The Moe Drabowsky Game

October 5, 1966 was a good day for one Baltimore Orioles pitcher, Moe Drabowsky.  This happened to be game one of the World Series and the Orioles were in LA playing Walter Alston‘s Dodgers.

So what did ol’ Moe do this day anyway?  Dave McNally got roughed up in the start for Baltimore and Drabowsky was called upon by skipper Hank Bauer to come in during the third inning.  After McNally walked the last three guys he faced Moe came in throwing darts.  With the basses loaded the first batter he faced, Wes Parker, went down on strikes.  Moe then walked one and got the next guy to pop out, escaping the inning allowing just one Dodger run.

Here is where it gets really fun.  In the bottom of the fourth all three Dodgers batters struck out against Drabowsky.  The bottom of the fifth would be a mirror image of the fourth as Moe Drabowsky would strikeout 6 Dodgers in a row.

He would end up completing the game and throwing 6 2/3 shutout innings with 11 Ks, 2 BBs and one hit allowed (a single to Willie Davis).  Baltimore won game one 5-2 in the highest scoring game of the ’66 World Series.

Jim Palmer and Wally Bunker threw shutouts in the next two games while Dave McNally would  come back in game 4 for the Orioles third shutout of the series.  That’s right, LA scored just two runs in four WS games.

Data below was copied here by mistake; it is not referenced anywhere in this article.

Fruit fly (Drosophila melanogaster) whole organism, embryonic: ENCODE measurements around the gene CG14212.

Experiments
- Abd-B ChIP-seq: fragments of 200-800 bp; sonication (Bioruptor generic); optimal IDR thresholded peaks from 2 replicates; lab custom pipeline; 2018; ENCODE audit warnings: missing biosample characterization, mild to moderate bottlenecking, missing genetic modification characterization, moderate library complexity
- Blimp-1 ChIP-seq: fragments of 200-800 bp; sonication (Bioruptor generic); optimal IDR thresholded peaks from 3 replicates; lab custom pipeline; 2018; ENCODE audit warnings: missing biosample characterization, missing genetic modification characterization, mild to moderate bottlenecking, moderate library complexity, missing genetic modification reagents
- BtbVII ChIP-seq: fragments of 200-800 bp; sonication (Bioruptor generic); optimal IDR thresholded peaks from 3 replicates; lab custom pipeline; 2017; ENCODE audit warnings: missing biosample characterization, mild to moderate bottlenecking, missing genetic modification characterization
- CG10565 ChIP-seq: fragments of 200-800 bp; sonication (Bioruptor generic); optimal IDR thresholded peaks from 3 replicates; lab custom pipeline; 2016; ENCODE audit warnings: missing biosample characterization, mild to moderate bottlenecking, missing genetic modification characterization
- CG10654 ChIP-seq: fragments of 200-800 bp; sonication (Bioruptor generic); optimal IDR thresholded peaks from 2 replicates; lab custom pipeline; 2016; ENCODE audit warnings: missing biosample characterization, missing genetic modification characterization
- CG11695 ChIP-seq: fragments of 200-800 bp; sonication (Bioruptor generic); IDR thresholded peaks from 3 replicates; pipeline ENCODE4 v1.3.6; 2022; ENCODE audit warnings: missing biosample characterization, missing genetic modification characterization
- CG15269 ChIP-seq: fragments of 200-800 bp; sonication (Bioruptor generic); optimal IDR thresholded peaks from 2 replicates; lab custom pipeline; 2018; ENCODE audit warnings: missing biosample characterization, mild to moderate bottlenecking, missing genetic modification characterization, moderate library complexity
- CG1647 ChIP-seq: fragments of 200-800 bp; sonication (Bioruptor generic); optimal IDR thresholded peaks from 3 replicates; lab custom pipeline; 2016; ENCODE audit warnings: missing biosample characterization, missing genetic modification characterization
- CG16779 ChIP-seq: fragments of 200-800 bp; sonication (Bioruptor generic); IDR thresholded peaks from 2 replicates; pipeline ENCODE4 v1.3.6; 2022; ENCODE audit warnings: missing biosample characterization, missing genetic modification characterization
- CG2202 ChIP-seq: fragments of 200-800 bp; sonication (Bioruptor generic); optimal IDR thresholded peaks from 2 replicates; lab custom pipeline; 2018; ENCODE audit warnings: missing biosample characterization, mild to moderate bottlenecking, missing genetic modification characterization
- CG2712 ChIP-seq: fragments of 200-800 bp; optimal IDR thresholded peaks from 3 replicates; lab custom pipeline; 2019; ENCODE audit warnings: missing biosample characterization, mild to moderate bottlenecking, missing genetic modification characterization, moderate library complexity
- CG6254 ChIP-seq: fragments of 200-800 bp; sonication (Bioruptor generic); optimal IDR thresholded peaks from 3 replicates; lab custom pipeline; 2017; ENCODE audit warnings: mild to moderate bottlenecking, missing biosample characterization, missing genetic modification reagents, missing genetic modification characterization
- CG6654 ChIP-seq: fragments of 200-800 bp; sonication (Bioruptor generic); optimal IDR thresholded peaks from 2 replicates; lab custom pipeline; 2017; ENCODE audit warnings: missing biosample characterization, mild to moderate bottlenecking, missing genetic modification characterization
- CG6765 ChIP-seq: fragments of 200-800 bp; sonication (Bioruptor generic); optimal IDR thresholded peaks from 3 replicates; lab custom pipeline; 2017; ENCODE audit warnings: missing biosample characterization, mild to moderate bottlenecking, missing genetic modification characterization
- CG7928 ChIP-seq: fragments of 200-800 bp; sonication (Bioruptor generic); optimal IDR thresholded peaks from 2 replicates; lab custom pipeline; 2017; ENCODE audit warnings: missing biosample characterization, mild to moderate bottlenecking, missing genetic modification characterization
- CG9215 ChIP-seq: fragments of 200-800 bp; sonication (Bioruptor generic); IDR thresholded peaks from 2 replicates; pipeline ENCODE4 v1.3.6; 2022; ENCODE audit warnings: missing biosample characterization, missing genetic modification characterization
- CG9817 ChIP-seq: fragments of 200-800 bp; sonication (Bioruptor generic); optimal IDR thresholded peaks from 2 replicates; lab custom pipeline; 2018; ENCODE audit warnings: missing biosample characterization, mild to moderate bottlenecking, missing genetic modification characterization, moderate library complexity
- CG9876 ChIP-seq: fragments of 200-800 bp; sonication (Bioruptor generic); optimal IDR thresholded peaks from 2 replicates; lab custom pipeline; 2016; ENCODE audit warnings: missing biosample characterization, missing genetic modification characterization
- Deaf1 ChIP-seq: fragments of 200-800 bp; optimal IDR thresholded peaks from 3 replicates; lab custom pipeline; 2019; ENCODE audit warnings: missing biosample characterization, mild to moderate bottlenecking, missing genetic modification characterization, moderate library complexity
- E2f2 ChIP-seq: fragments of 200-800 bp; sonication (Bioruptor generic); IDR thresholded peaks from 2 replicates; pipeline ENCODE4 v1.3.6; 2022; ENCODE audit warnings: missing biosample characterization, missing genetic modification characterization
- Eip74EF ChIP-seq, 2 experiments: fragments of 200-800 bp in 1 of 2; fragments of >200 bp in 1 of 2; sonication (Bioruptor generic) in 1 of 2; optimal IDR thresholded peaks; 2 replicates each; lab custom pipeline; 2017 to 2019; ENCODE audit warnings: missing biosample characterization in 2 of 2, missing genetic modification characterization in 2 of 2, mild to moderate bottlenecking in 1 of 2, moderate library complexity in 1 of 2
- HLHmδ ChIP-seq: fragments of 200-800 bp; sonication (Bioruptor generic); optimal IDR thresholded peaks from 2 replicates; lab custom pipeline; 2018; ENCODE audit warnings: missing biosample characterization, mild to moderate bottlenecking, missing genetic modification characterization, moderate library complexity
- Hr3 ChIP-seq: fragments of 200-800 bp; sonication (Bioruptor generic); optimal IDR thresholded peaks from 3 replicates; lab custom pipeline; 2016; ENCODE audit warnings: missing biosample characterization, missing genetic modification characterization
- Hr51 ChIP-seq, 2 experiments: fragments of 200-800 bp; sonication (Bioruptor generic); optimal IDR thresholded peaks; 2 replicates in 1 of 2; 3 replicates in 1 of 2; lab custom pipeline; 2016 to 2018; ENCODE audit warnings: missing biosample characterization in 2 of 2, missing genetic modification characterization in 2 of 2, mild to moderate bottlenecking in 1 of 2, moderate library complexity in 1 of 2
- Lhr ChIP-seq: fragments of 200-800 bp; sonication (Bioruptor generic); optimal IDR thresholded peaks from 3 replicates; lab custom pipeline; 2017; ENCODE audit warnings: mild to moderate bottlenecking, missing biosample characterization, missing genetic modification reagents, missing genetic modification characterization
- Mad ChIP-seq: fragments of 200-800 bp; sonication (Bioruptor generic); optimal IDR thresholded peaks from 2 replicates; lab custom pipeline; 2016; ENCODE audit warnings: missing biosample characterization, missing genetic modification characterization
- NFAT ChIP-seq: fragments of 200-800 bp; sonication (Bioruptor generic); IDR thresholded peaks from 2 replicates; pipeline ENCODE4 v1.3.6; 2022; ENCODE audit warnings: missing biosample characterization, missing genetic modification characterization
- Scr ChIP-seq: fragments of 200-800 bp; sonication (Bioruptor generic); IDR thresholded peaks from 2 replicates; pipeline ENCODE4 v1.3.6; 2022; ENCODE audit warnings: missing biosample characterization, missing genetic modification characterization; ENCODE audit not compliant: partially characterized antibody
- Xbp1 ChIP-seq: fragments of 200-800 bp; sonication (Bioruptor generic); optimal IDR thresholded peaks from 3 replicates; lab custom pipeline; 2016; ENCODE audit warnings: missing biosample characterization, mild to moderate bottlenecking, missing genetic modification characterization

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Posted on April 7, 2013, in 1960's stars, pitching rants and tagged , , , , , , . Bookmark the permalink. 2 Comments.

  1. Yes, The Baltimore pitchers, Moe included, shut down the Dodgers for the last 30 + innings, though some try to blame Willie Davis’ errors in game 2 for the series defeat (IDIOTS) As the Dodgers got shutout in that one too, and you need to score to win…Ask Sandy Koufax…as the Dodgers bats just went dead and you see how they got beaten by Baltimore’s pitchers…

  2. You’re right, you need to score to win. The Dodgers staff only gave up 13 runs in four games, 3.25 a game. That’s not bad pitching. It’s hard to blame anyone but the Orioles pitching and the Dodger bats for that one.

    The Orioles had a really good staff. Jim Palmer is widely acknowledged as a great pitcher. Dave McNally was a Montana kid who sometimes gets overlooked, but except for a down year in ’67, he was an ace-quality pitcher throughout the prime of his career. Steve Barber was a darn good pitcher in his 20s, and while Wally Bunker was kind of up and down, he was darn good when he was on, and certainly gave you more than you typically get from your fourth-best starter.

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